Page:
Roula Khalaf, Editor of the FT, selects her favourite stories in this weekly newsletter.
The writer is founder and director of the One Health Trust in Washington, a senior research scholar at Princeton University, and board chair at the Global Antibiotic Research & Development Partnership in Geneva
As the latest wave of Covid-19 wanes, the hidden pandemic of antibiotic-resistant infections is becoming apparent. Recent estimates indicate that about 1.3mn deaths each year are caused by drug-resistant infections — more than the toll from any infectious disease, apart from Covid-19 and tuberculosis.
These deaths reflect a growing resistance, and lack of access, to affordable and effective antibiotics, especially for people living in low- and middle-income countries.
There is now growing — if still grossly inadequate — attention being paid to preventing resistance and developing new drugs. But the international response has largely ignored the matter of access to them, to the detriment of immediate health needs and the long-term effort to curb drug-resistant infections.
A team of Norwegian and US researchers (including me) recently showed that nearly 40 per cent of new antibiotics launched between 1999 and 2014 were registered for sale in fewer than 10 countries.
That is an enormous missed opportunity for antibiotic developers and for patients in the more than 185 countries where the drugs were not made available.
Even where treatments are on sale, they are often too expensive. Meanwhile, bottlenecks and shortages caused by limited production are increasingly plaguing health systems worldwide, including in Europe and the US.
There are many reasons why some antibiotics are not available more widely. The most common is that companies perceive the potential revenues and market size in low- and middle-income countries as insufficient to justify the cost of market entry. Yet the patients most in need are in those very countries.
The pipeline of new antibiotics remains limited in cases where manufacturers are not able to make a reasonable financial return to justify their investment. Many biotech companies have faced insolvency, even when successfully developing new drugs, as happened three years ago with Achaogen.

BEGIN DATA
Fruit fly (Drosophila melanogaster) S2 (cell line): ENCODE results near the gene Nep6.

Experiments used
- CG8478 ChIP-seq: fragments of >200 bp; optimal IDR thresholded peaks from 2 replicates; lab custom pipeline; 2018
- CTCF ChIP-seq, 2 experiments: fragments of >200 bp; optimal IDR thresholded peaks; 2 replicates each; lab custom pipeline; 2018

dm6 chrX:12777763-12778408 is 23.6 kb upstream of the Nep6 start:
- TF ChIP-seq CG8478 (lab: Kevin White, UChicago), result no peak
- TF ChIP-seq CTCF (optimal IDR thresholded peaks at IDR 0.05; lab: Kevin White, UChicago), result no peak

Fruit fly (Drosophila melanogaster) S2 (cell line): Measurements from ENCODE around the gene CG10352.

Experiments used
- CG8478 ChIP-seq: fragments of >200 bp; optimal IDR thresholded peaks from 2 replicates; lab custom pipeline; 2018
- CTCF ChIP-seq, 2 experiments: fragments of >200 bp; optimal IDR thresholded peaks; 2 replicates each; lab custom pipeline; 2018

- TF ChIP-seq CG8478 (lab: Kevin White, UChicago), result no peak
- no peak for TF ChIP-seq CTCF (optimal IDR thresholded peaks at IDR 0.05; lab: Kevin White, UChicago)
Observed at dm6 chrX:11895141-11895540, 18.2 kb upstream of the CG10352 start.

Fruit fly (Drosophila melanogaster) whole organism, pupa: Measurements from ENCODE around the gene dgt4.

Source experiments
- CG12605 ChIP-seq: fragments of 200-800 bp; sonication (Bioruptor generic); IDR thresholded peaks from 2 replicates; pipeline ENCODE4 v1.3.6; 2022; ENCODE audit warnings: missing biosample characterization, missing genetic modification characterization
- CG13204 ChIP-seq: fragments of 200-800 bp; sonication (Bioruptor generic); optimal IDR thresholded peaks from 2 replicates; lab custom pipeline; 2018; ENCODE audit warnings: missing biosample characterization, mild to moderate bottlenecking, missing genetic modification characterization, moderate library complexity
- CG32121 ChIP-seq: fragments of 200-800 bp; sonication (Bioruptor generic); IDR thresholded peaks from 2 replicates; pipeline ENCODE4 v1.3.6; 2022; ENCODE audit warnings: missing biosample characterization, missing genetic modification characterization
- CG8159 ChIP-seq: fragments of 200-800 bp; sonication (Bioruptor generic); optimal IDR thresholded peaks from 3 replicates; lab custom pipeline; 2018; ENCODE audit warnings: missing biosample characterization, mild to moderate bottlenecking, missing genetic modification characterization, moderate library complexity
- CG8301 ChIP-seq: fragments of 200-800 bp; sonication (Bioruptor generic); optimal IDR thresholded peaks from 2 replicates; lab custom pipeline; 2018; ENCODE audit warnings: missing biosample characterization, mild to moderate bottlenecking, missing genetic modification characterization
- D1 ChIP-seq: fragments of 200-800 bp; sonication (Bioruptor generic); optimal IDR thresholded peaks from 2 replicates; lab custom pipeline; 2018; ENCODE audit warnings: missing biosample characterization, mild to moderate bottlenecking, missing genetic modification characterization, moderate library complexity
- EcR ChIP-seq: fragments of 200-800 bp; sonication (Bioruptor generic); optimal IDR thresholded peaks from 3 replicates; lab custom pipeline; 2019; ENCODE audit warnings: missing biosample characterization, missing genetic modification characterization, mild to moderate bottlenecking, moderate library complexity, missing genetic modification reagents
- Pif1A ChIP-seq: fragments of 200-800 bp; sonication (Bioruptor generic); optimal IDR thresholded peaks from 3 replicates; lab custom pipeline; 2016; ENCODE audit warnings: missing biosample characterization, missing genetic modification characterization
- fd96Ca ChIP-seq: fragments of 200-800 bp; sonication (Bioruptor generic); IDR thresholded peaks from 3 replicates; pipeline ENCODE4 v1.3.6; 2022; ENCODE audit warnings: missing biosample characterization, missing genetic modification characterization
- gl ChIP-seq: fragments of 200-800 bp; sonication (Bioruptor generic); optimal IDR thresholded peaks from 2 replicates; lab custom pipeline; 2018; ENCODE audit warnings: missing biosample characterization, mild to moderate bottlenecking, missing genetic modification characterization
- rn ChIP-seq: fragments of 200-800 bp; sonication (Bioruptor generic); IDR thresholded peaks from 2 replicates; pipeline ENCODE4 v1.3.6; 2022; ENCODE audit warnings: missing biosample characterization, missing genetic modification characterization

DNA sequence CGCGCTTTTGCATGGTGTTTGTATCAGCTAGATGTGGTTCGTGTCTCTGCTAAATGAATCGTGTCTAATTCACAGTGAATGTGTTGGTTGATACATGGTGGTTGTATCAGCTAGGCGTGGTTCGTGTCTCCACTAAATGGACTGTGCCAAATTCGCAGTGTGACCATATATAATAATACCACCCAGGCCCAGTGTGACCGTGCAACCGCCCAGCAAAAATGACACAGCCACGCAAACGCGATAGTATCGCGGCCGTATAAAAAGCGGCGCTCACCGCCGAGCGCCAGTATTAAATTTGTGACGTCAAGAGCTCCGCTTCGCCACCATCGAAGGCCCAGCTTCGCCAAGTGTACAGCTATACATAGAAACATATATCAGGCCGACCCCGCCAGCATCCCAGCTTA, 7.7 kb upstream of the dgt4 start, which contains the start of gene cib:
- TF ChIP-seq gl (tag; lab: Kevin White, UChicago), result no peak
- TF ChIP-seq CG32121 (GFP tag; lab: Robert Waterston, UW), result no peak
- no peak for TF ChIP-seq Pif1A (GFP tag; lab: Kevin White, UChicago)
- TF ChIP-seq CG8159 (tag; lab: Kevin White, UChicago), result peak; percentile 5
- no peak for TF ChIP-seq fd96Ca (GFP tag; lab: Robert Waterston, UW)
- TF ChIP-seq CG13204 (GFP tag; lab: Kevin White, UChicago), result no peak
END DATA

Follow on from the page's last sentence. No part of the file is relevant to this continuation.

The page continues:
New approaches are needed to help simultaneously solve the problems of poor access in low- and middle-income countries, and the lack of financial sustainability for the antibiotics market globally.
A global antibiotic access facility financed by development agencies, philanthropic institutions and the middle-income countries themselves could reward pharmaceutical manufacturers for making their products more widely available. Such a facility should be designed not only to provide funding, but also to help ensure the medicines are used appropriately and judiciously — otherwise known as antibiotic “stewardship”.
Stewardship programmes can be a disincentive for pharmaceutical companies because they lower sales by discouraging indiscriminate use. But, if poorer countries were signed up to a mechanism that supplied needed antibiotics, more manufacturers could operate sustainably.
Such an approach works for drugs for tuberculosis, for instance. Beneficiary countries would be required to be actively involved, including as funders, to ensure shared ownership and responsibility.
Innovation, access and stewardship have been described as the three essential legs of a balanced response to the antibiotic resistance crisis.
Innovating to produce new antibiotics without giving access to them is unjust — as well as likely to be unsustainable, since the companies producing them will struggle to survive. Similarly, giving access without stewardship is wasteful, because resistance will develop quickly to drugs that are not used carefully. And stewardship, on its own, both constrains access and discourages innovation.
A mechanism that supports judicious access in low- and middle-income countries could incentivise all three “legs” simultaneously and save millions of lives.
This approach is being explored by Secure, an antibiotic access project launched by the World Health Organization, GARDP and other partners, that has received support from the G7 leading industrial nations and by experts from Australia, India, South Africa and the British foundation Nesta.
It need not be restricted to innovative antibiotics, either. Many other existing treatments are still not available to those in need.
A commitment to access from the global community could be linked to pledges by individual governments to simplify and align regulatory procedures — to ease registration, stewardship and appropriate use of antibiotics.
After all, inappropriate antibiotic use in any country threatens their effectiveness everywhere. A global facility would signal to investors that the world takes the problem of antibiotic resistance seriously, and that there are strong financial returns to be made by investing in new antibiotics.
Antibiotic resistance is among the policy priorities of Germany during its presidency of the G7 this year. Discussions in that forum and at the G20 meeting in Indonesia will provide opportunities to put judicious access at the heart of the international response to antimicrobial resistance.
Urged to tackle Aids, tuberculosis and malaria two decades ago, the world responded and saved millions of lives. A similar opportunity to avert millions of needless deaths stands before us today.